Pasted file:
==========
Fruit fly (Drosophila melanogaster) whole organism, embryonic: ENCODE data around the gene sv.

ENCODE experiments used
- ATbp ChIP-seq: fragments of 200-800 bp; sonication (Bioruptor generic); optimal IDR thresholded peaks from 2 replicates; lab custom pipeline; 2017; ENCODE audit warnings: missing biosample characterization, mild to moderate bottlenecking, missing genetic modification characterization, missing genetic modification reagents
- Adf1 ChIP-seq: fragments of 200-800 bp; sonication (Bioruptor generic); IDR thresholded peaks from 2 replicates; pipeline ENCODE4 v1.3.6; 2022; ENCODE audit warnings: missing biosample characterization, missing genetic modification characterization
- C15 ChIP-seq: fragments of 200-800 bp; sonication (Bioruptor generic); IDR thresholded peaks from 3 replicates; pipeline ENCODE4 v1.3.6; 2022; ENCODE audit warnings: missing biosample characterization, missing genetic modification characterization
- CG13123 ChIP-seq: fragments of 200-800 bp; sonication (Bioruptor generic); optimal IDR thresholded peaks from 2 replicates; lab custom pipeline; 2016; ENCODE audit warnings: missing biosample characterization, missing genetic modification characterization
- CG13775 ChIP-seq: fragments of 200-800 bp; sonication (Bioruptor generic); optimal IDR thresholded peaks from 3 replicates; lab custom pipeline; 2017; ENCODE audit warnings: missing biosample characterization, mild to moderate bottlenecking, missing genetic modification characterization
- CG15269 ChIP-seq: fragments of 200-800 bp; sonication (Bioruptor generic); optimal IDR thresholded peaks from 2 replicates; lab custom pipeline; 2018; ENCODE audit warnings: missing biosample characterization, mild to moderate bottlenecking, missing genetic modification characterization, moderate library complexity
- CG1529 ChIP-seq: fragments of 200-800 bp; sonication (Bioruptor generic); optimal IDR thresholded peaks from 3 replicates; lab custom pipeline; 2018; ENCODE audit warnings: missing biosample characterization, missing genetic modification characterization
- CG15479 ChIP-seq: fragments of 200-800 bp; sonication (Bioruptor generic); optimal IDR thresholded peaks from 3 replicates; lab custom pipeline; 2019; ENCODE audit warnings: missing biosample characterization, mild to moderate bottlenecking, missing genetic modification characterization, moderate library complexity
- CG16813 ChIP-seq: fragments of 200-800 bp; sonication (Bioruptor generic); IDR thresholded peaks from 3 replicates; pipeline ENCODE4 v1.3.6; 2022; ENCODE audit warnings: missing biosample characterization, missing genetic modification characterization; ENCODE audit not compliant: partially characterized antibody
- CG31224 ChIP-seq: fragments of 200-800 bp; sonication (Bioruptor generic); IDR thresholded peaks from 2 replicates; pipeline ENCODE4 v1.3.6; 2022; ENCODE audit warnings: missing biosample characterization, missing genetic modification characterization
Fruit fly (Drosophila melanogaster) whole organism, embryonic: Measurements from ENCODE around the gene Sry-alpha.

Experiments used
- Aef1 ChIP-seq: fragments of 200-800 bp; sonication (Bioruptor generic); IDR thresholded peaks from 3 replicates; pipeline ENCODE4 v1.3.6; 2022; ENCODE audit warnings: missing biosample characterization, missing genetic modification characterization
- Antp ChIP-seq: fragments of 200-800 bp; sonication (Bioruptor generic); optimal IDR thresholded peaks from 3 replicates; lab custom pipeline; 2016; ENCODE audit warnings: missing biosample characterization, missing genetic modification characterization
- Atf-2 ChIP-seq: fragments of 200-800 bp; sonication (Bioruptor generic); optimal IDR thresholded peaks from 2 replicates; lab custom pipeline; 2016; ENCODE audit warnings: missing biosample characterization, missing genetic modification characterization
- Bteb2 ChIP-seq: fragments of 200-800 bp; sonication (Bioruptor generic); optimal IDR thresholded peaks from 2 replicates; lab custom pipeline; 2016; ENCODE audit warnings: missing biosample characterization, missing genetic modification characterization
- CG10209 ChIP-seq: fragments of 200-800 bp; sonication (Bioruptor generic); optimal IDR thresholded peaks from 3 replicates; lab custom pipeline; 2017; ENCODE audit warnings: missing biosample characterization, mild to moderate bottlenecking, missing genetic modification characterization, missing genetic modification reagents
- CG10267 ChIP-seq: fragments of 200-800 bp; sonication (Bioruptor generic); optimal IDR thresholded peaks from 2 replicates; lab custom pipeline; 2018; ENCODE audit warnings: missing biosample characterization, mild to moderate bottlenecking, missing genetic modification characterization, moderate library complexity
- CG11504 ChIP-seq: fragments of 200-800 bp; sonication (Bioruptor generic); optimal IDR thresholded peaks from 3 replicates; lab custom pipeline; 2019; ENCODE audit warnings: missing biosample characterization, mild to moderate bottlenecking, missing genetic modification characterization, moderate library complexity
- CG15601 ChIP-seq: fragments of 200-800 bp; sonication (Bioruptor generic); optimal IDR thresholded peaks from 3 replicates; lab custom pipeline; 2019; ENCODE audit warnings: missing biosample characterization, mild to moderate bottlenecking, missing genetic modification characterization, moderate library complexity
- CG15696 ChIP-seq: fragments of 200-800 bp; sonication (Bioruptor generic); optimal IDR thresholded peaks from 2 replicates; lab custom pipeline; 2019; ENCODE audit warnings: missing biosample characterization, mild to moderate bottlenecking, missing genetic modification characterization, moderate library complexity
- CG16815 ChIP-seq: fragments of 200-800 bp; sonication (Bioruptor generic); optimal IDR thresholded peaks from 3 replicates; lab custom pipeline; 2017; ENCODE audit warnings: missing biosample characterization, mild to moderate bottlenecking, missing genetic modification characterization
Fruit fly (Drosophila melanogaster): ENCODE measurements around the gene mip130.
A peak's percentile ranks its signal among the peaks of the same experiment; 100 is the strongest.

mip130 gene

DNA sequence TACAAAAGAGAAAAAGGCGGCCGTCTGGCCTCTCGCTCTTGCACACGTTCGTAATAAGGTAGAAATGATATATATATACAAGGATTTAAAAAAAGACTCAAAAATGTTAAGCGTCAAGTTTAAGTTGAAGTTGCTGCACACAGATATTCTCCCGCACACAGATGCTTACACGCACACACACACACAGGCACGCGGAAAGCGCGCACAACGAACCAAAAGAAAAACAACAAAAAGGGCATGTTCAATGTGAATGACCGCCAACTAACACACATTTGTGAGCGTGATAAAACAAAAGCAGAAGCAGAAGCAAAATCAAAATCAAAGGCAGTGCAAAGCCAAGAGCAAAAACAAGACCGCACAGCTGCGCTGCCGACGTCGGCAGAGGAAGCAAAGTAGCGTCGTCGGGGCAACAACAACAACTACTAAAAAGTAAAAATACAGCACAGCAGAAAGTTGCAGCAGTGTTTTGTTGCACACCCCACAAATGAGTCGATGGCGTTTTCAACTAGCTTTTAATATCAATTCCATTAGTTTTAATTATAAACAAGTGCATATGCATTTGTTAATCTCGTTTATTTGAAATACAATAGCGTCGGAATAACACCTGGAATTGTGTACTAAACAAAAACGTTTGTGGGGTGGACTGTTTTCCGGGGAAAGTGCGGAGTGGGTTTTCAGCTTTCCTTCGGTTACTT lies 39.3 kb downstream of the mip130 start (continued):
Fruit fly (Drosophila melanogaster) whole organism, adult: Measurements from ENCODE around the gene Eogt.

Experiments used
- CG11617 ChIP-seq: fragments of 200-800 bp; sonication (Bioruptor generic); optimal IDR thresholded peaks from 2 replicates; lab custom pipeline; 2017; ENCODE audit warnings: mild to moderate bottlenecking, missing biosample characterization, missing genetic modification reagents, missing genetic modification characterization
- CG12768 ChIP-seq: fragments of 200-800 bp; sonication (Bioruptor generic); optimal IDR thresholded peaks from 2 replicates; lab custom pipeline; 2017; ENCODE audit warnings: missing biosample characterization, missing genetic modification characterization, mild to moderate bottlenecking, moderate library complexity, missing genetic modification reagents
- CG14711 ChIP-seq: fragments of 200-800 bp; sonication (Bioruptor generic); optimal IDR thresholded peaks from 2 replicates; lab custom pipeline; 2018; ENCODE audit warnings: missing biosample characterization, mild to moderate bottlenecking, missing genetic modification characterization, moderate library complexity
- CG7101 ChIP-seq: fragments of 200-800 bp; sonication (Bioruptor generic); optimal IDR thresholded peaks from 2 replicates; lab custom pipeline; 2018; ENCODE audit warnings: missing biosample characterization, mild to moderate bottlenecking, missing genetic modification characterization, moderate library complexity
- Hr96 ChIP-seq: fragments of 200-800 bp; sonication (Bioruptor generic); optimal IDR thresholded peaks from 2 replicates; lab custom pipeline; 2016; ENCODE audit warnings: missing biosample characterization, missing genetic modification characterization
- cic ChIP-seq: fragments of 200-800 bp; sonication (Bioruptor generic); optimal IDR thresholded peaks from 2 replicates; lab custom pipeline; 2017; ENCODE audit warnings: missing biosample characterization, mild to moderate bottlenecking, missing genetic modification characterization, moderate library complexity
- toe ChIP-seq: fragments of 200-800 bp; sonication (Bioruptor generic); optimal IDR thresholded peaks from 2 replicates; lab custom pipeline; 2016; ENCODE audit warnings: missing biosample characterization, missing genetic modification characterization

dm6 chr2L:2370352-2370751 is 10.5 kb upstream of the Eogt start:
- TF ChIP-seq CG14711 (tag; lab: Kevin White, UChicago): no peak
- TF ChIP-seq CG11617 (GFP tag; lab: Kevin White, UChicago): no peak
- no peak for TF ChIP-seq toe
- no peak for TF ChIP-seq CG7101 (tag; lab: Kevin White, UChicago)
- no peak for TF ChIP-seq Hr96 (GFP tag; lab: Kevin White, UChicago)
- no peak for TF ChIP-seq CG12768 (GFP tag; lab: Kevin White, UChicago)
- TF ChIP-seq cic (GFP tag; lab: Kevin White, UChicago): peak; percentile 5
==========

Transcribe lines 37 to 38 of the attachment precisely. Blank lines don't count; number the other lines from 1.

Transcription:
- toe ChIP-seq: fragments of 200-800 bp; sonication (Bioruptor generic); optimal IDR thresholded peaks from 2 replicates; lab custom pipeline; 2016; ENCODE audit warnings: missing biosample characterization, missing genetic modification characterization

dm6 chr2L:2370352-2370751 is 10.5 kb upstream of the Eogt start: